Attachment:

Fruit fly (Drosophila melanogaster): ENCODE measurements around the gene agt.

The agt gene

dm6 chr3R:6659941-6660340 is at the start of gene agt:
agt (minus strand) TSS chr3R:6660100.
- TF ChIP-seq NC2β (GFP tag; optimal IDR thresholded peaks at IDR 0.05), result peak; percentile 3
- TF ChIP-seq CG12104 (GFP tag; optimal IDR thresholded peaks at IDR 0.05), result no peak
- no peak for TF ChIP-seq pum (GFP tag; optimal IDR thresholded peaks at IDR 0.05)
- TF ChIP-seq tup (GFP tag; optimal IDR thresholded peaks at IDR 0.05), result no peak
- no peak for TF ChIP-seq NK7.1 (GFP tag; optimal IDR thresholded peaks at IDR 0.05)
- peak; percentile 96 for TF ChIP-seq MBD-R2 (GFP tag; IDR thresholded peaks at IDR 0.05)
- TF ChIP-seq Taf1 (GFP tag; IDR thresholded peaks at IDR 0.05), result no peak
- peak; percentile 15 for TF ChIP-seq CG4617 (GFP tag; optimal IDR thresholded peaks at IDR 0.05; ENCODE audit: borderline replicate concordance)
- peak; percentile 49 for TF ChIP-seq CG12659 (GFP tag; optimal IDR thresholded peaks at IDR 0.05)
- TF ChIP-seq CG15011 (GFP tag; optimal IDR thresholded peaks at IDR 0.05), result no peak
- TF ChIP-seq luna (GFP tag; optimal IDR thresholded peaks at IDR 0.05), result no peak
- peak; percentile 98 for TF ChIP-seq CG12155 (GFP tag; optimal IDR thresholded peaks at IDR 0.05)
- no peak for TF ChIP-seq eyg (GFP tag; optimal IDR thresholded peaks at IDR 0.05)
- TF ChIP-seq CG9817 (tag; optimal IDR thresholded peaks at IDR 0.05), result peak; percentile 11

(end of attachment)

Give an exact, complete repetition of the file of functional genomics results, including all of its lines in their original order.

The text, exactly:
Fruit fly (Drosophila melanogaster): ENCODE measurements around the gene agt.

The agt gene

dm6 chr3R:6659941-6660340 is at the start of gene agt:
agt (minus strand) TSS chr3R:6660100.
- TF ChIP-seq NC2β (GFP tag; optimal IDR thresholded peaks at IDR 0.05), result peak; percentile 3
- TF ChIP-seq CG12104 (GFP tag; optimal IDR thresholded peaks at IDR 0.05), result no peak
- no peak for TF ChIP-seq pum (GFP tag; optimal IDR thresholded peaks at IDR 0.05)
- TF ChIP-seq tup (GFP tag; optimal IDR thresholded peaks at IDR 0.05), result no peak
- no peak for TF ChIP-seq NK7.1 (GFP tag; optimal IDR thresholded peaks at IDR 0.05)
- peak; percentile 96 for TF ChIP-seq MBD-R2 (GFP tag; IDR thresholded peaks at IDR 0.05)
- TF ChIP-seq Taf1 (GFP tag; IDR thresholded peaks at IDR 0.05), result no peak
- peak; percentile 15 for TF ChIP-seq CG4617 (GFP tag; optimal IDR thresholded peaks at IDR 0.05; ENCODE audit: borderline replicate concordance)
- peak; percentile 49 for TF ChIP-seq CG12659 (GFP tag; optimal IDR thresholded peaks at IDR 0.05)
- TF ChIP-seq CG15011 (GFP tag; optimal IDR thresholded peaks at IDR 0.05), result no peak
- TF ChIP-seq luna (GFP tag; optimal IDR thresholded peaks at IDR 0.05), result no peak
- peak; percentile 98 for TF ChIP-seq CG12155 (GFP tag; optimal IDR thresholded peaks at IDR 0.05)
- no peak for TF ChIP-seq eyg (GFP tag; optimal IDR thresholded peaks at IDR 0.05)
- TF ChIP-seq CG9817 (tag; optimal IDR thresholded peaks at IDR 0.05), result peak; percentile 11